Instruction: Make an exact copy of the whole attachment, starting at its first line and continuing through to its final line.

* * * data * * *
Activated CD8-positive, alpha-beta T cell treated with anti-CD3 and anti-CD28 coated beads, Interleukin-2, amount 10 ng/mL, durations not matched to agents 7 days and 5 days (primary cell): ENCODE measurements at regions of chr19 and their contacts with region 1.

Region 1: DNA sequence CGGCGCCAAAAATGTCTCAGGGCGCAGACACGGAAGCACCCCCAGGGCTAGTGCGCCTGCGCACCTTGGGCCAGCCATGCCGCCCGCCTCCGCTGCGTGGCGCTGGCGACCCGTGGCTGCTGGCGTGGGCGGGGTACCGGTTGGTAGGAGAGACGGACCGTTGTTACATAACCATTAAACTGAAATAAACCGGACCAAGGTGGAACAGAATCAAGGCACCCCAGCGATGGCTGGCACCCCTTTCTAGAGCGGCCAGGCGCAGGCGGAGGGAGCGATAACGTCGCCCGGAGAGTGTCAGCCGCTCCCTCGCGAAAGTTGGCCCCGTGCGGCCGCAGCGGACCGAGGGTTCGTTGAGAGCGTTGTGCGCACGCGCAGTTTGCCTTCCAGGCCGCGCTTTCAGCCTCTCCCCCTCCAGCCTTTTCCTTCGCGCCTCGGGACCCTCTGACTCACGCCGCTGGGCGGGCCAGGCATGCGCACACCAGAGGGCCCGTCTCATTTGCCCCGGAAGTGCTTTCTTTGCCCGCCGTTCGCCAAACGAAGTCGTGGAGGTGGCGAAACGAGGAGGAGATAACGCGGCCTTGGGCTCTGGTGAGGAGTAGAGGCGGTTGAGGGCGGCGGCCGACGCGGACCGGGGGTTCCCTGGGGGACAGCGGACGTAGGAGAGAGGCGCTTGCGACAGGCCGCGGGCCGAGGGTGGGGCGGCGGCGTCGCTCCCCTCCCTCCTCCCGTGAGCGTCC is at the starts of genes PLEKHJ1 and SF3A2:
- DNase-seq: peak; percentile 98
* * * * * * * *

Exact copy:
Activated CD8-positive, alpha-beta T cell treated with anti-CD3 and anti-CD28 coated beads, Interleukin-2, amount 10 ng/mL, durations not matched to agents 7 days and 5 days (primary cell): ENCODE measurements at regions of chr19 and their contacts with region 1.

Region 1: DNA sequence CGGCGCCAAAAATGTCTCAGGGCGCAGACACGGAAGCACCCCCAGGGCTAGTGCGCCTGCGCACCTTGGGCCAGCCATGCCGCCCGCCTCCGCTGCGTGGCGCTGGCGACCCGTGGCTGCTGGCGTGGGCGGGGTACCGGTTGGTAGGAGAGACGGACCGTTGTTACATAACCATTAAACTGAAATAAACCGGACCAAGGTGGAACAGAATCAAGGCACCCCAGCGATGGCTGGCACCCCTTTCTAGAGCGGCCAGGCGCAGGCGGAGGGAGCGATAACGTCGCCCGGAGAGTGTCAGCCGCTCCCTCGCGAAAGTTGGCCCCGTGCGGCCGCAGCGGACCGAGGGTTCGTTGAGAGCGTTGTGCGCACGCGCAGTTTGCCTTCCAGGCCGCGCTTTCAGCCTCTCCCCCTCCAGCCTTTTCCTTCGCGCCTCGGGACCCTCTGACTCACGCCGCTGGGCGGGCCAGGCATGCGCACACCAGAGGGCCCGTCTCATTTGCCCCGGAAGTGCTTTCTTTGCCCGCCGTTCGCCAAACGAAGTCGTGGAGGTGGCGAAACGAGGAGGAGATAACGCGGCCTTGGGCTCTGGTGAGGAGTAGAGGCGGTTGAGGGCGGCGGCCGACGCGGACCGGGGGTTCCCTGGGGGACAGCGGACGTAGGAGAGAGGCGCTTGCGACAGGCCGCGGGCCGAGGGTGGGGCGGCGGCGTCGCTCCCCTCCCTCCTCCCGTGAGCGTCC is at the starts of genes PLEKHJ1 and SF3A2:
- DNase-seq: peak; percentile 98